Mobile Apps That Promote Emotion Regulation, Positive Mental Health, and Well-being in the General Population: Systematic Review and Meta-analysis

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Background: Among the general public there appears to be a growing need and interest in receiving digital mental health and wellbeing support. In response to this, a number of mental health apps (MHapps) are becoming available for monitoring, managing and promoting positive mental health and wellbeing. Thus far, the evidence supports positive outcomes when users engage with digital interventions. However, there is high variability in the theoretical base informing MHapps and the features incorporated. Such differences can have implications for the efficacy of the apps and the level of engagement among specific target population groups. Moreover, such heterogeneity may influence the extent to which the data from various MHapps can be pooled to assess the strength of the evidence.
Objective: We aimed to systematically review the available research on MHapps that promote emotion regulation, positive mental health, and wellbeing in the general population aged 18-45. More specifically, the review aimed at providing a systematic description of the theoretical background and features of MHapps while evaluating any potential effectiveness.
Methods: A comprehensive literature search of key databases; MEDLINE (via Ovid), EMBASE (via Ovid), PsycINFO (via Ovid), Web of Science, and the Cochrane Register of Controlled Trials
(CENTRAL) was conducted until January 2021. Studies were included if they described standalone mental health and wellbeing apps for adults without a formal mental health diagnosis. All studies were quality assessed against the Mixed Methods Appraisal Tool. In addition, the Cochrane risk-ofbias tool (RoB-2) was used to assess randomized control trials (RCTs). Data were extracted using a modified extraction form from the Cochrane Handbook of Systematic Reviews. A narrative synthesis and meta-analysis were then undertaken to address the review aims.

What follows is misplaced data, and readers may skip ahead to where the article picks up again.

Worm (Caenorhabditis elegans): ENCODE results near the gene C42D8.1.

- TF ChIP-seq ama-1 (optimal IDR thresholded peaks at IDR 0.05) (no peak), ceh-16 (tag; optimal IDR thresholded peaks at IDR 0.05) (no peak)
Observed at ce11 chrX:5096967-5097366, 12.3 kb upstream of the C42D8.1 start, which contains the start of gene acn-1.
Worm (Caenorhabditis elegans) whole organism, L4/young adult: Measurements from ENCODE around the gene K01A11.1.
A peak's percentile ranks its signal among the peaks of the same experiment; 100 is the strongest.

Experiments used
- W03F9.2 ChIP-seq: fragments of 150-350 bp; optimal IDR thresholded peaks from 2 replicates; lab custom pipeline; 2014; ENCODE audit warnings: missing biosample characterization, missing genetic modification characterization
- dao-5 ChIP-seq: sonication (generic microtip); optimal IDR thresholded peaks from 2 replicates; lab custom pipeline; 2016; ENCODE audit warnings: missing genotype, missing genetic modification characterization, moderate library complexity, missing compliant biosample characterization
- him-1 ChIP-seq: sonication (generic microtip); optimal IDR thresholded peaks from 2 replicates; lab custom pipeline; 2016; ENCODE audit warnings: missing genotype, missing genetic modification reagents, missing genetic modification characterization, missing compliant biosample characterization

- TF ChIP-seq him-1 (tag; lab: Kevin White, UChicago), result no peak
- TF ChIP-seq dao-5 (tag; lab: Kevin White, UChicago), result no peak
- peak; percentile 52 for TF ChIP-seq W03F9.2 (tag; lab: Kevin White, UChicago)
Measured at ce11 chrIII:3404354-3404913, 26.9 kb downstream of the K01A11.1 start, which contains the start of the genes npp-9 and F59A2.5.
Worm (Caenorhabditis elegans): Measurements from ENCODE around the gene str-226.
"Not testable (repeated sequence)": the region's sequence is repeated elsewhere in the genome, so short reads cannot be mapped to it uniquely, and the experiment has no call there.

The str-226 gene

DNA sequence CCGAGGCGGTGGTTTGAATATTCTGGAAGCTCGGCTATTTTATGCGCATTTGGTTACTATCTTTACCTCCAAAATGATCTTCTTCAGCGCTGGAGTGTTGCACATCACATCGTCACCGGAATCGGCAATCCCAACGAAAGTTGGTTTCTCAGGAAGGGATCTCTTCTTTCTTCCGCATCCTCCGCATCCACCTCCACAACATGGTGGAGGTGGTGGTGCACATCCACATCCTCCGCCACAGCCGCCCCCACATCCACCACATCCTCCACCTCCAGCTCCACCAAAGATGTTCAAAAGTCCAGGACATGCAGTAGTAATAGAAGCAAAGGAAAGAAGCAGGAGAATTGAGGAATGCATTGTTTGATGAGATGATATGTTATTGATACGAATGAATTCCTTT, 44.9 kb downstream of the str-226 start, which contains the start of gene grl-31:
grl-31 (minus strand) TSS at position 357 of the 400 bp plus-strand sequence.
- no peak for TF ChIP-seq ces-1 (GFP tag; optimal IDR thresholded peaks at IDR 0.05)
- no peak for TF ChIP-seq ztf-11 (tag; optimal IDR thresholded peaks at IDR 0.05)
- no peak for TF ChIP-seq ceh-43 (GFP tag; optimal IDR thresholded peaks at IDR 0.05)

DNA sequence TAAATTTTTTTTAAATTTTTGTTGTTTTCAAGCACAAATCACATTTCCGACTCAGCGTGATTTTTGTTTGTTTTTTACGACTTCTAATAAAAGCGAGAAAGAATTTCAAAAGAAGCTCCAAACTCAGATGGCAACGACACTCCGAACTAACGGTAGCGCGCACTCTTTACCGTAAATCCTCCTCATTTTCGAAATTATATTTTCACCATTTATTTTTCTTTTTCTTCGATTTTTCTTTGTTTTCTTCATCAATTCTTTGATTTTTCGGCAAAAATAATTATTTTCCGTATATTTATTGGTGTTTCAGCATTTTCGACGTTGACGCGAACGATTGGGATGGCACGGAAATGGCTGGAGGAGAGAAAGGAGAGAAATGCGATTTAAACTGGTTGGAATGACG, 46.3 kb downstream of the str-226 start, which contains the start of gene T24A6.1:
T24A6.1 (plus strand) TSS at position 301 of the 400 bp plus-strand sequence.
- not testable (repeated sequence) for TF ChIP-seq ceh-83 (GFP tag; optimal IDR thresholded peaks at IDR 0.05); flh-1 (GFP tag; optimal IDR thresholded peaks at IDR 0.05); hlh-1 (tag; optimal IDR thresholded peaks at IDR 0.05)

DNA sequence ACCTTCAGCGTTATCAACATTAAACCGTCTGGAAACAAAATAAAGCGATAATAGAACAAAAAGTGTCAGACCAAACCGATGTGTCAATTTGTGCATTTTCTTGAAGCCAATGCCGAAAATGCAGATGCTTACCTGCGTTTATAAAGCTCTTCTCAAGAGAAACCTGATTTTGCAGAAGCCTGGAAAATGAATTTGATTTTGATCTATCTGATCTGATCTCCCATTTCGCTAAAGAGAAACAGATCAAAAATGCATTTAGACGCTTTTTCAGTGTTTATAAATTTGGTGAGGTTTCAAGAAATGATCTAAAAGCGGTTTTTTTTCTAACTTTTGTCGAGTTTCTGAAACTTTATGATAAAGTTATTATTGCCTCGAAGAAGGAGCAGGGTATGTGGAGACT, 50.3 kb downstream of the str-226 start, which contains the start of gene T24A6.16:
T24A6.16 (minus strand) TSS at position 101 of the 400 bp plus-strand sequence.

Results: In total, 3156 abstracts were identified. Of these, 52 publications describing 48 MHapps met the inclusion criteria. Together the studies evaluated interventions across 15 countries. Thirty-nine RCTs were identified that suggested there is some support for the role of individual MHapps in improving and promoting mental health and wellbeing. Regarding pooled effect, MHapps, when compared to controls, showed a small effect for reducing mental health symptoms (k = 19, g = -0.24, 95% CI [-0.34, -0.14], p < .05) and improving wellbeing (k = 13, g = 0.17, 95% CI [0.05, 0.29], p <.05), and a medium effect for emotion regulation (k = 6, g = 0.49, 95% CI [0.23,0.74], p<.05). There is also a wide knowledge base of creative and innovative ways to engage users in techniques, such as mood monitoring and guided exercises. Mindfulness and Cognitive Behavioural approaches appear to be the most common among MHapp developers. Studies were generally assessed to contribute
unclear or high risk of bias, or be of medium to low methodological quality.
Conclusions: This research contributes a review of the evidence for MHapps that promote positive mental health and wellbeing within the general population, in a relatively understudied area of
MHapp research. The emerging evidence for MHapps that promote positive mental health and wellbeing suggests evidence of promise. Despite a wide range of MHapps, there are not many apps that specifically promote emotion regulation. However, our findings may position emotion regulation as an important mechanism for inclusion in future MHapps. A fair proportion of the included studies were pilot or feasibility trials (k = 17, 33%), and full scale RCTs reported high attrition rates and nondiverse samples. Given the number and pace at which MHapps are being released, further robust research is warranted to inform the development and testing of evidence-based programs.
Original languageEnglish
Article number31170
JournalJMIR Mental Health
Issue number11
Early online date8 Nov 2021
Publication statusPublished - 30 Nov 2021


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